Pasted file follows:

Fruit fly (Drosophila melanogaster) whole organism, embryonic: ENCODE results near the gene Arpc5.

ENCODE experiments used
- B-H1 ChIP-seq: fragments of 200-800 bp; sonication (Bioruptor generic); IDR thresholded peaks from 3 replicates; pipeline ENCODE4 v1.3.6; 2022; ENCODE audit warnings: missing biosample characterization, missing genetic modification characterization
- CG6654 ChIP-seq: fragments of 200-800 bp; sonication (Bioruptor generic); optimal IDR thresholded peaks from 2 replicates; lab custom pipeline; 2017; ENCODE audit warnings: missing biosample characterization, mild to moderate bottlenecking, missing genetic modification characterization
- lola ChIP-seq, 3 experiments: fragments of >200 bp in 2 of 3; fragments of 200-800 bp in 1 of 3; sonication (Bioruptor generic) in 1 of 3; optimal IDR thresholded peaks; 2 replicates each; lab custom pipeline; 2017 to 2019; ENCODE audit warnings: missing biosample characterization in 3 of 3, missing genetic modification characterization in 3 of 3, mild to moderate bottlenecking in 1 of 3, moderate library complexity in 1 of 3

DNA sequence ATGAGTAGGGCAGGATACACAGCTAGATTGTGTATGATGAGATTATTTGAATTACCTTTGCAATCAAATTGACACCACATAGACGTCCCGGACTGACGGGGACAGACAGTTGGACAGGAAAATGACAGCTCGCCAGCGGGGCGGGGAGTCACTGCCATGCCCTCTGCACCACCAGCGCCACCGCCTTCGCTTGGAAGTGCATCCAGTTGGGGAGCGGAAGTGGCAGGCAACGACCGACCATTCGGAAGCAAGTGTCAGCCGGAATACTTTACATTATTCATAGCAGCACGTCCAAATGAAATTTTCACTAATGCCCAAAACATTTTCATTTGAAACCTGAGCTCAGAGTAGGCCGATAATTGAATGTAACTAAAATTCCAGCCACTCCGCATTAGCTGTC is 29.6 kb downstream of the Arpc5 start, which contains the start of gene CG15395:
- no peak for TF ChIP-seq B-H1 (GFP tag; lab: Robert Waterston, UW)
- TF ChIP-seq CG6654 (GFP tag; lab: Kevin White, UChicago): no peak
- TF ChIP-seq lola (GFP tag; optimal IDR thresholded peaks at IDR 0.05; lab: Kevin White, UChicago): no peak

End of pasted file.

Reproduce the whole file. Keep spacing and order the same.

Fruit fly (Drosophila melanogaster) whole organism, embryonic: ENCODE results near the gene Arpc5.

ENCODE experiments used
- B-H1 ChIP-seq: fragments of 200-800 bp; sonication (Bioruptor generic); IDR thresholded peaks from 3 replicates; pipeline ENCODE4 v1.3.6; 2022; ENCODE audit warnings: missing biosample characterization, missing genetic modification characterization
- CG6654 ChIP-seq: fragments of 200-800 bp; sonication (Bioruptor generic); optimal IDR thresholded peaks from 2 replicates; lab custom pipeline; 2017; ENCODE audit warnings: missing biosample characterization, mild to moderate bottlenecking, missing genetic modification characterization
- lola ChIP-seq, 3 experiments: fragments of >200 bp in 2 of 3; fragments of 200-800 bp in 1 of 3; sonication (Bioruptor generic) in 1 of 3; optimal IDR thresholded peaks; 2 replicates each; lab custom pipeline; 2017 to 2019; ENCODE audit warnings: missing biosample characterization in 3 of 3, missing genetic modification characterization in 3 of 3, mild to moderate bottlenecking in 1 of 3, moderate library complexity in 1 of 3

DNA sequence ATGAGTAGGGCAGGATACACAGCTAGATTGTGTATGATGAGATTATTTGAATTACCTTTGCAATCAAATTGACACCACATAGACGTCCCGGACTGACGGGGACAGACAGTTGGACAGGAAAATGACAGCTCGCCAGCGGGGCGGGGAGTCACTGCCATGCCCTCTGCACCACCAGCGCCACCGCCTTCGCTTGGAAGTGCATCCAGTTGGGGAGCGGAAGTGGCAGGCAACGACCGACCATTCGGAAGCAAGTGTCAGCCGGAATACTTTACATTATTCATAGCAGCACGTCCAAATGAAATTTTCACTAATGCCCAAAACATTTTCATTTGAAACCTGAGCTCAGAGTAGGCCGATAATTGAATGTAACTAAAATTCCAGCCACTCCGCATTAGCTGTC is 29.6 kb downstream of the Arpc5 start, which contains the start of gene CG15395:
- no peak for TF ChIP-seq B-H1 (GFP tag; lab: Robert Waterston, UW)
- TF ChIP-seq CG6654 (GFP tag; lab: Kevin White, UChicago): no peak
- TF ChIP-seq lola (GFP tag; optimal IDR thresholded peaks at IDR 0.05; lab: Kevin White, UChicago): no peak